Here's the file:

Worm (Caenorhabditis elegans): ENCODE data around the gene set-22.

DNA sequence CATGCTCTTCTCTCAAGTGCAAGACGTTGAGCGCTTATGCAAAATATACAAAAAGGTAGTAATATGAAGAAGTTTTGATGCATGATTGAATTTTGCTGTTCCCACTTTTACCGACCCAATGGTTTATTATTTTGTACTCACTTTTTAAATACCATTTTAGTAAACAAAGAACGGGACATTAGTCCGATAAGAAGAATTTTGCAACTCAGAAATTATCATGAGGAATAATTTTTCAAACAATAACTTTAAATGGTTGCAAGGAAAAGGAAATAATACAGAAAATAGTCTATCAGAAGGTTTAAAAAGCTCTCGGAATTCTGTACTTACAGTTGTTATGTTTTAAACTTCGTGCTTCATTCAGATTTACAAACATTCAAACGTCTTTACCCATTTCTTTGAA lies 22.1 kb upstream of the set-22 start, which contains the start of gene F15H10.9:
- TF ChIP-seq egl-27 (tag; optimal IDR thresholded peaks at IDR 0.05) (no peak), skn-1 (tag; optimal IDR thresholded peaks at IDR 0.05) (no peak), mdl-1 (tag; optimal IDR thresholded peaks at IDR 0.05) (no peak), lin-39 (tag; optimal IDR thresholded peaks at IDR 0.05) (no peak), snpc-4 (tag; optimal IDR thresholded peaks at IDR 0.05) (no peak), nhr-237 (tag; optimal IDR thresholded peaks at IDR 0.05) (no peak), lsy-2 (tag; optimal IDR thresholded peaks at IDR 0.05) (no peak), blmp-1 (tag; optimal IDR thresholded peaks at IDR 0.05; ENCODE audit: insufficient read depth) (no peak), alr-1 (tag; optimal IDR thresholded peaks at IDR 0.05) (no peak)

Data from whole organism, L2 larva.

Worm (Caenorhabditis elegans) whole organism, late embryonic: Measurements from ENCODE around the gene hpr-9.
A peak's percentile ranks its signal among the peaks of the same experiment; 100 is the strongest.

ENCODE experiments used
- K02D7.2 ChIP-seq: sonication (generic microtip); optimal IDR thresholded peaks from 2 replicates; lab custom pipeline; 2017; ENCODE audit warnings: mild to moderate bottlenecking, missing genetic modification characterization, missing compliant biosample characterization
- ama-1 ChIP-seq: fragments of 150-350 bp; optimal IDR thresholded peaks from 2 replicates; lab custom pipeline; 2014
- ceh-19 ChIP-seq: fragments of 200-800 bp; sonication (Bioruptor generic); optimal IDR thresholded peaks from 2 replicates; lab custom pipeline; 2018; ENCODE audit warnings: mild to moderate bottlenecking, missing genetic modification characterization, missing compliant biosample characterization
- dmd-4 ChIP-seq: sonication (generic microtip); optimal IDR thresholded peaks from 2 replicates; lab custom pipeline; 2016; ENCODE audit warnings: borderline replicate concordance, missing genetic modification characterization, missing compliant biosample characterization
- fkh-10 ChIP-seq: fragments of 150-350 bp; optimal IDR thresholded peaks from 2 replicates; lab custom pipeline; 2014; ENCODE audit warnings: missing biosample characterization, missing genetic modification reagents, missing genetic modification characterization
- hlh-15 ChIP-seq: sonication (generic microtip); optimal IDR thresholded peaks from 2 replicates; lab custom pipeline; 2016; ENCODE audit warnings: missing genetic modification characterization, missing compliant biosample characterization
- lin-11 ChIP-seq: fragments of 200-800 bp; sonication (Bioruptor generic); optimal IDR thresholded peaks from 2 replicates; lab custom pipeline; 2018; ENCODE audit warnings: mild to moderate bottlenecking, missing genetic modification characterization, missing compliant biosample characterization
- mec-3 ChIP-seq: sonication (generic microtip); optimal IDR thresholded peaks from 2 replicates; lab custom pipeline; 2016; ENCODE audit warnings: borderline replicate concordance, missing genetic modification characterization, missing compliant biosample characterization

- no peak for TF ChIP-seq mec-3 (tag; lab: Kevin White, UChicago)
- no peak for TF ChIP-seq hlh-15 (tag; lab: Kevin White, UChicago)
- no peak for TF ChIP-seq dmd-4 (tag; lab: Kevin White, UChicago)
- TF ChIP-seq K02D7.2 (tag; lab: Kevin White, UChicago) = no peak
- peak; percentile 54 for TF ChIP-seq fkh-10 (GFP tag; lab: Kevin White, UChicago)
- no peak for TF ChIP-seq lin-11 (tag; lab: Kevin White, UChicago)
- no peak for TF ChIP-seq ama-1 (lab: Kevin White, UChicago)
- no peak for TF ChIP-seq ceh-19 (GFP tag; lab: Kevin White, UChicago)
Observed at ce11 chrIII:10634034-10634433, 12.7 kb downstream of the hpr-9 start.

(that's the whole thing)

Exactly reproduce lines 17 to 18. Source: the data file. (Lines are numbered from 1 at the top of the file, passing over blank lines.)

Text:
- no peak for TF ChIP-seq hlh-15 (tag; lab: Kevin White, UChicago)
- no peak for TF ChIP-seq dmd-4 (tag; lab: Kevin White, UChicago)